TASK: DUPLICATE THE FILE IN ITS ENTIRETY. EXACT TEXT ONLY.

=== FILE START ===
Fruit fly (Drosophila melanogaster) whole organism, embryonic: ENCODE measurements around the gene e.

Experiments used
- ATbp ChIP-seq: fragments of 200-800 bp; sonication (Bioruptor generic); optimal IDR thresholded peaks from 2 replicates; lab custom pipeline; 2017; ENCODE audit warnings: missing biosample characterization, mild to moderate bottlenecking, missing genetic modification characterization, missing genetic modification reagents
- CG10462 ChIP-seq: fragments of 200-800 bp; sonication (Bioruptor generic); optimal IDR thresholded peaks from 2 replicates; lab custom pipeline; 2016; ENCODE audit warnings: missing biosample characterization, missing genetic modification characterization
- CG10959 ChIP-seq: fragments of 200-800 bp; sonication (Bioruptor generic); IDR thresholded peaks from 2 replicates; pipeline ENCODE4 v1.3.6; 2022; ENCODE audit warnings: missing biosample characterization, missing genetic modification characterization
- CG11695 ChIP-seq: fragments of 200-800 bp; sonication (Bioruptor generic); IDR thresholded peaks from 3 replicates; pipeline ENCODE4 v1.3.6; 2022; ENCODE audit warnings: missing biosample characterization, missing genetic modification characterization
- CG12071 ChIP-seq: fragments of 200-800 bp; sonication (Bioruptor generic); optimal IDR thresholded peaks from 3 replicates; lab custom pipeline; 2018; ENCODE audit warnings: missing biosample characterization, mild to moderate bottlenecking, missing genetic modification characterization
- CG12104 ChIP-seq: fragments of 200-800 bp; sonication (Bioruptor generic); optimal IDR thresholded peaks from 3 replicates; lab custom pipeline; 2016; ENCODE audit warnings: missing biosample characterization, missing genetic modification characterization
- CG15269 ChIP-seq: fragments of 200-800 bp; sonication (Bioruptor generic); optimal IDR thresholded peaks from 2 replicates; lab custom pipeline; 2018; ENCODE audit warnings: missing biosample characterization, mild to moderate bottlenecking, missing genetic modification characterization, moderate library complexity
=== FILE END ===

Fruit fly (Drosophila melanogaster) whole organism, embryonic: ENCODE measurements around the gene e.

Experiments used
- ATbp ChIP-seq: fragments of 200-800 bp; sonication (Bioruptor generic); optimal IDR thresholded peaks from 2 replicates; lab custom pipeline; 2017; ENCODE audit warnings: missing biosample characterization, mild to moderate bottlenecking, missing genetic modification characterization, missing genetic modification reagents
- CG10462 ChIP-seq: fragments of 200-800 bp; sonication (Bioruptor generic); optimal IDR thresholded peaks from 2 replicates; lab custom pipeline; 2016; ENCODE audit warnings: missing biosample characterization, missing genetic modification characterization
- CG10959 ChIP-seq: fragments of 200-800 bp; sonication (Bioruptor generic); IDR thresholded peaks from 2 replicates; pipeline ENCODE4 v1.3.6; 2022; ENCODE audit warnings: missing biosample characterization, missing genetic modification characterization
- CG11695 ChIP-seq: fragments of 200-800 bp; sonication (Bioruptor generic); IDR thresholded peaks from 3 replicates; pipeline ENCODE4 v1.3.6; 2022; ENCODE audit warnings: missing biosample characterization, missing genetic modification characterization
- CG12071 ChIP-seq: fragments of 200-800 bp; sonication (Bioruptor generic); optimal IDR thresholded peaks from 3 replicates; lab custom pipeline; 2018; ENCODE audit warnings: missing biosample characterization, mild to moderate bottlenecking, missing genetic modification characterization
- CG12104 ChIP-seq: fragments of 200-800 bp; sonication (Bioruptor generic); optimal IDR thresholded peaks from 3 replicates; lab custom pipeline; 2016; ENCODE audit warnings: missing biosample characterization, missing genetic modification characterization
- CG15269 ChIP-seq: fragments of 200-800 bp; sonication (Bioruptor generic); optimal IDR thresholded peaks from 2 replicates; lab custom pipeline; 2018; ENCODE audit warnings: missing biosample characterization, mild to moderate bottlenecking, missing genetic modification characterization, moderate library complexity